What Is Capgras Syndrome? The Disorder Is More Complicated (And More Common) Than You'd Think

For most people, the midcentury B-movie Invasion of the Body Snatchers is exactly that: a movie. For people with Capgras syndrome, however, the classic tale of a California town whose residents are replaced by impostors one by one is more than just a fun way to spend 90 minutes; it's a terrifying reality. Of course, the real-world version features significantly fewer alien invasions than Hollywood's interpretation, but that tends to be true of most things. If there's one thing producers love more than LGBT erasure and mountains of cocaine, it's alien invasions.

But I digress. By now, you're no doubt wondering what the heck I'm talking about — what is Capgras syndrome? Although the neurological disorder, sometimes known as Capgras delusion, has a number of complicated causes, the actual symptoms are simple. Individuals with Capgras delusion suffer from delusional misidentification leading them to believe that people around them have been replaced by impostors — exact doubles designed to perfectly mimic the original.

It sounds like the plot of a particularly outlandish episode of House, but for the individuals suffering from the disorder, Capgras syndrome is all too real. In fact, although it used to be considered extremely rare, researchers now believe it may be more common than previously thought. Let's take a look at some things you may not have known about this fascinating, difficult condition.

What Are the Symptoms?

Capgras syndrome stems from a variety of causes, as we'll see later, but the symptoms are always the same: A pervasive feeling that those around you have been replaced by identical impostors. This delusion centers around the sufferer's loved ones, including spouses, siblings, and pets; it even extends to the patients themselves, who see a doppelganger instead of their reflection. As a result, people with Capgras syndrome often remove mirrors from their living spaces in an effort to avoid their reflection. According to the Pittsburgh Post-Gazette, patients are capable of recognizing themselves, but they feel no emotional connection to the person in the mirror:

In his room at the Western Psychiatric Institute and Clinic, Joseph looked in the mirror. There, he saw a man he had never seen before... "Do I look different?" he asked people around him. "Am I still the same person?"

Interestingly, the delusion is restricted to sight — someone with Capgras syndrome can recognize their mother's voice on the phone, for instance, but they can't reconcile that voice with the woman who walks into view claiming to be their mother.

What Causes Capgras Syndrome?

Like many neurological disorders, Capgras syndrome is often caused by traumatic brain injury or conditions that affect the brain, such as dementia, Alzheimer's, and schizophrenia. However, research has indicated that it may be possible to induce the delusion in healthy subjects using psychotimetic drugs. (Is that not the most mad scientist-y experiment you've ever seen?)

What these causes all have in common, of course, is that they affect the brain, leading researchers to hypothesize that Capgras syndrome is caused by a disruption of the pathway between visual stimulation and emotional responses. In healthy individuals, a familiar face activates visual pathways in the temporal lobe as well as emotional pathways in the amygdala, which combine to create a sense of attachment. In people with Capgras syndrome, scientists believe that this connection has been severed. It should be noted that this is different from face-blindness, or prosopagnosia — with Capgras syndrome, patients are able to recognize that someone looks like their sister, but they don't feel any emotional response. Therefore, they conclude that the person simply can't be their loved one.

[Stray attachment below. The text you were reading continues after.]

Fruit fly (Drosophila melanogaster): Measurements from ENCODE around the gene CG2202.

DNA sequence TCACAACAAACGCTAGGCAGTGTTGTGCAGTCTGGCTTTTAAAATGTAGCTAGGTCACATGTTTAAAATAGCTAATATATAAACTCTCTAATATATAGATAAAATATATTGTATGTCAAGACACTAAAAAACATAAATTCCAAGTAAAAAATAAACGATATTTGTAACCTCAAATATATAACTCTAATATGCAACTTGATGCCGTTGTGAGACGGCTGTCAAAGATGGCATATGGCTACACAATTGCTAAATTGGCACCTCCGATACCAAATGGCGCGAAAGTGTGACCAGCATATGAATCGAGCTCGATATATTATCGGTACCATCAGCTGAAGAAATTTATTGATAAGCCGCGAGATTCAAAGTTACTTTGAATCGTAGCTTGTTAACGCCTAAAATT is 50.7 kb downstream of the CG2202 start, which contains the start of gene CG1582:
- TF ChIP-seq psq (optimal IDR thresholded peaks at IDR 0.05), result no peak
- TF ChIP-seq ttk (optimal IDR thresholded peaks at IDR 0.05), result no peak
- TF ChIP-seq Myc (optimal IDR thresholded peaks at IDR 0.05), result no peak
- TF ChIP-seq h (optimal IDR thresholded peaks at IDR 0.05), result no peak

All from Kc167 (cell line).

How Common Is It?

Although Capgras syndrome was believed to be extremely rare in the decades since its discovery by Joseph Capgras in the early 20th century, researchers now believe that it may be more common than previously thought. On the other hand, it's still pretty rare, so don't start freaking out just yet.

Is There A Cure?

Unfortunately, there's no "cure" for Capgras syndrome. If it was caused by a brain injury, there's a chance that the brain could fix itself, so to speak, by re-establishing pathways disrupted by the trauma. However, if it stems from psychological disorders such as dementia or psychosis, there is little modern medicine can do other than treating the main cause and hoping for the best.

How Do You Treat Someone With Capgras Syndrome?

Capgras may be rare, but there's a chance you may come across someone with the disorder in your lifetime, and it helps to be prepared. Like many psychological disorders, many people's instinctive reactions (trying to reason with the patient, arguing, expecting progress every day) are actually counterproductive. Psych Central has an in-depth discussion of how to react to Capgras syndrome here, but the highlights are this: Don't correct them, do try to understand their situation, and do focus on the positives when you can.

There you have it! All you need to know about one of the most fascinating, tragic disorders discovered in the last century. Now if you'll excuse me, I'm off to rewatch Invasion of the Body Snatchers.

Image: Jake Stimpson, Ellen Munro, Helga Weber, Dee Ashley/Flickr